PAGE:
- Ian Begley, ESPN New York Writer
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NEW YORK -- Doctors treating Gary Carter have confirmed that he has glioblastoma, a form of cancer that affects the brain and central nervous system.
Doctors say surgery "is not a good option given the location of the tumor." Instead of surgery, the doctors have discussed an "aggressive" treatment plan, including chemotherapy and radiation.
Carter will return home to Florida to begin the next phase of treatment.
"Mr. Carter's youth, strong physical condition and fighting spirit will be to his advantage as his treatment commences," Dr. Allan H. Friedman and Dr. Henry S. Friedman, co-deputy directors of the Preston Robert Tisch Brain Tumor Center at Duke said in a statement Tuesday.
The 57-year-old Carter, who just completed his second season as Palm Beach Atlantic University's baseball coach, announced May 21 that an MRI had revealed four small tumors on his brain. Doctors performed biopsies on a single tumor Friday before announcing that it appeared to be malignant.
In a private online journal, Carter's daughter, Kimmy Bloemers, wrote that doctors described Carter's tumors as "a snake of tumors that are connected across the back of the brain."
Carter had been complaining of headaches and forgetfulness before his diagnosis.
After being diagnosed, Carter said, "My wife, Sandy, and our children and family thank you for your thoughts and prayers. We ask you to please respect our privacy as we learn more about my medical condition."
Carter, an 11-time All-Star, was inducted into Cooperstown in 2003 after retiring in 1992 with the Montreal Expos. He finished his 19-year career with a .262 average, 324 home runs and 1,225 RBIs.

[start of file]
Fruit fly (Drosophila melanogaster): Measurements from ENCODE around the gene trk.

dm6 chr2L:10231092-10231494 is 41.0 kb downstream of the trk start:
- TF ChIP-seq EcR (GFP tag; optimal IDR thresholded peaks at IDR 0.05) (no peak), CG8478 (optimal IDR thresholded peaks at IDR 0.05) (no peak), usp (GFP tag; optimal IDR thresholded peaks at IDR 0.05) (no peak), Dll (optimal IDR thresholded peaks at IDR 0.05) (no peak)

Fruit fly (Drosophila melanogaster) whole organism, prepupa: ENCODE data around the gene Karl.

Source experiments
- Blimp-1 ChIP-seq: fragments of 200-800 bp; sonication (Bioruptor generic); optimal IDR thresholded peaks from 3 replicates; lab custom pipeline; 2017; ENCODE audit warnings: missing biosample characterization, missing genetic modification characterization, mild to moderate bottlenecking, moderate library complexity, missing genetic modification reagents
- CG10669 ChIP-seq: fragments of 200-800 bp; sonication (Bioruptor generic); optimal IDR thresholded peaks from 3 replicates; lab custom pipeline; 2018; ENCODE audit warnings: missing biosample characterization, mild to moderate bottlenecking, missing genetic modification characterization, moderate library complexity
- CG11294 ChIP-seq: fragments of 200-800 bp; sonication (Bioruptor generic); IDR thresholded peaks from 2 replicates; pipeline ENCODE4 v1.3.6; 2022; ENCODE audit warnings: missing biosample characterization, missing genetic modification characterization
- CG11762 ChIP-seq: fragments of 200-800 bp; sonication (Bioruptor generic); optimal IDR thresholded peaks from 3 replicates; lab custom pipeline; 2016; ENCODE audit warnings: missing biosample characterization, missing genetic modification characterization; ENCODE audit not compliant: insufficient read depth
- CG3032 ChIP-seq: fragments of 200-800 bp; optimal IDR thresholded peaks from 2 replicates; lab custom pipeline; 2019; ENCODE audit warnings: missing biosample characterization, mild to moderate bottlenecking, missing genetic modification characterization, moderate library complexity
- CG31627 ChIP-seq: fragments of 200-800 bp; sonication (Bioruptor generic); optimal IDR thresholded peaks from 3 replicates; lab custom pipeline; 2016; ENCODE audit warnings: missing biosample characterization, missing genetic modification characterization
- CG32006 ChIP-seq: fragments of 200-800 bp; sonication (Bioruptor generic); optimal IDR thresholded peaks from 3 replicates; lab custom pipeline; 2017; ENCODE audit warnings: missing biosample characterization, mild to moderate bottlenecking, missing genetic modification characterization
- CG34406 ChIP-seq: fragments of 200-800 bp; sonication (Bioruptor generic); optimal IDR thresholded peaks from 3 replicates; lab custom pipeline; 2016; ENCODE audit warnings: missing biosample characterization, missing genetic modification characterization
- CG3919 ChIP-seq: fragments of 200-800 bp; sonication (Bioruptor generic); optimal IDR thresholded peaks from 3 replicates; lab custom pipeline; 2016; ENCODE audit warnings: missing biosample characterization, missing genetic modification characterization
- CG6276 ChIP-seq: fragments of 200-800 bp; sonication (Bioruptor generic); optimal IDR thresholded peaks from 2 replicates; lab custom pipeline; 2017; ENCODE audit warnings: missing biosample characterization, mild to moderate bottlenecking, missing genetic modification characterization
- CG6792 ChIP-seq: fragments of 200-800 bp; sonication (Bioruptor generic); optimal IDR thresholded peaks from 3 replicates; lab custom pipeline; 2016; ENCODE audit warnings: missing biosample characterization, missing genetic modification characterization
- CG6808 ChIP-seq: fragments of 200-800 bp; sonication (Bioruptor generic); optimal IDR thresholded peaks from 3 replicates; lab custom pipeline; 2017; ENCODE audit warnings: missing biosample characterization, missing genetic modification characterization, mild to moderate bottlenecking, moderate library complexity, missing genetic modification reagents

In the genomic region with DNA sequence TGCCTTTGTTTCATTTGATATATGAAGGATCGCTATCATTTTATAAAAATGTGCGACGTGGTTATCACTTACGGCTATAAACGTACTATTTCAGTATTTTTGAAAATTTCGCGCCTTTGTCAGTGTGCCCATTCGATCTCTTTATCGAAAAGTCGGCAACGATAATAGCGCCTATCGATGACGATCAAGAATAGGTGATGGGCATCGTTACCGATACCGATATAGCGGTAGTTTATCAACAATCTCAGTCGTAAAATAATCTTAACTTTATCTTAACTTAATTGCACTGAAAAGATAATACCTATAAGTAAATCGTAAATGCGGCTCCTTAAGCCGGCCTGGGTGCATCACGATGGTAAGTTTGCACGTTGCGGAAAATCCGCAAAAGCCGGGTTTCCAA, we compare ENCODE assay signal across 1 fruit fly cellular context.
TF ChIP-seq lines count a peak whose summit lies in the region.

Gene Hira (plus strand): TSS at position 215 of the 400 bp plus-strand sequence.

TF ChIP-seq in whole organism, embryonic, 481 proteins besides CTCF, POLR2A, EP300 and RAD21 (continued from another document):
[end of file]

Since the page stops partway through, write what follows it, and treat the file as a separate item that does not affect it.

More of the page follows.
The effervescent Carter, nicknamed "Kid," is perhaps best known for helping the New York Mets win the 1986 World Series. He had 24 homers and 105 RBIs that year, then drove in 11 runs in the postseason.
During their game Tuesday night at Citi Field, the Mets again played a reel of Carter's career highlights in New York with a message that followed on the big video board: "Our thoughts are with you Gary. From your millions of fans and the New York Mets."
Carter was surrounded by his family while being treated at Duke University.
"We have boundless faith and hope knowing that the Lord will help see us through the challenging weeks and months ahead," the family said in a statement. "... Gary was always a fierce competitor on the baseball field and that same tenacity will help him not only fight but win this battle."
On the private online journal Tuesday night, Bloemers wrote that Carter will "golf, exercise, coach, spend a lot of family time together" in the coming days and weeks ahead.
"And we will all cherish every single moment," she wrote.
Ian Begley is a regular contributor to ESPNNewYork.com. Information from The Associated Press was used in this report.
Doctors treating Gary Carter have confirmed that he has glioblastoma, a form of cancer which affects the brain and central nervous system.